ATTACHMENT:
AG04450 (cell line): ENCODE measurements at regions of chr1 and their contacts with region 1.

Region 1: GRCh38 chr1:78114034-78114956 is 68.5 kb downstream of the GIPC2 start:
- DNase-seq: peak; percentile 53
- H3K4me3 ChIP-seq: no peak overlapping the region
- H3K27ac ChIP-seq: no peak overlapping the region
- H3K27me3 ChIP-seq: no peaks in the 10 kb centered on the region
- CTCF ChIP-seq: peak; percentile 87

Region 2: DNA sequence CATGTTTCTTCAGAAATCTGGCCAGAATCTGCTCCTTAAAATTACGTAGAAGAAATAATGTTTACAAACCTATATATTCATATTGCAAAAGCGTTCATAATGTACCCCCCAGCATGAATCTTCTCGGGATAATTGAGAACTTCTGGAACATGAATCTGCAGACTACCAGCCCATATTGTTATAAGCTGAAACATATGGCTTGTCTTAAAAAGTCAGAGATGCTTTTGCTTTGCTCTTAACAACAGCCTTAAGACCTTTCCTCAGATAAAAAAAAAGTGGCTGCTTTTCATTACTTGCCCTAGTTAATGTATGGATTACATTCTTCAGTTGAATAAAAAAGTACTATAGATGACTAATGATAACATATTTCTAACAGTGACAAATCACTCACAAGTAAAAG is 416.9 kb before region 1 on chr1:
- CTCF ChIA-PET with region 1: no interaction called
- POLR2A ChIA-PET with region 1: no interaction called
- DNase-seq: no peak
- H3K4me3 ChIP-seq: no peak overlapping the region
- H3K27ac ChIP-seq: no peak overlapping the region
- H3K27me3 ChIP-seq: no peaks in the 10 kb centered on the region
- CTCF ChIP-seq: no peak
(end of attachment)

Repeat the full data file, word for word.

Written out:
AG04450 (cell line): ENCODE measurements at regions of chr1 and their contacts with region 1.

Region 1: GRCh38 chr1:78114034-78114956 is 68.5 kb downstream of the GIPC2 start:
- DNase-seq: peak; percentile 53
- H3K4me3 ChIP-seq: no peak overlapping the region
- H3K27ac ChIP-seq: no peak overlapping the region
- H3K27me3 ChIP-seq: no peaks in the 10 kb centered on the region
- CTCF ChIP-seq: peak; percentile 87

Region 2: DNA sequence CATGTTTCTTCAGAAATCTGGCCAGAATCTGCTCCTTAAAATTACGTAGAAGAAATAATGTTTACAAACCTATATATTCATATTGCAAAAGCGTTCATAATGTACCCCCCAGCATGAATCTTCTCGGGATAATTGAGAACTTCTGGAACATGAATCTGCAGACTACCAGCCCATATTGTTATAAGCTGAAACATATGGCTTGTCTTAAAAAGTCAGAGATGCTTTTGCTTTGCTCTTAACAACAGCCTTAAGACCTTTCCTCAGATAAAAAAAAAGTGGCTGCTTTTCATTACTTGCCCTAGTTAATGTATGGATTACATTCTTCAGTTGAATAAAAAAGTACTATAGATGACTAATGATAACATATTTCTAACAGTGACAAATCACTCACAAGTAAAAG is 416.9 kb before region 1 on chr1:
- CTCF ChIA-PET with region 1: no interaction called
- POLR2A ChIA-PET with region 1: no interaction called
- DNase-seq: no peak
- H3K4me3 ChIP-seq: no peak overlapping the region
- H3K27ac ChIP-seq: no peak overlapping the region
- H3K27me3 ChIP-seq: no peaks in the 10 kb centered on the region
- CTCF ChIP-seq: no peak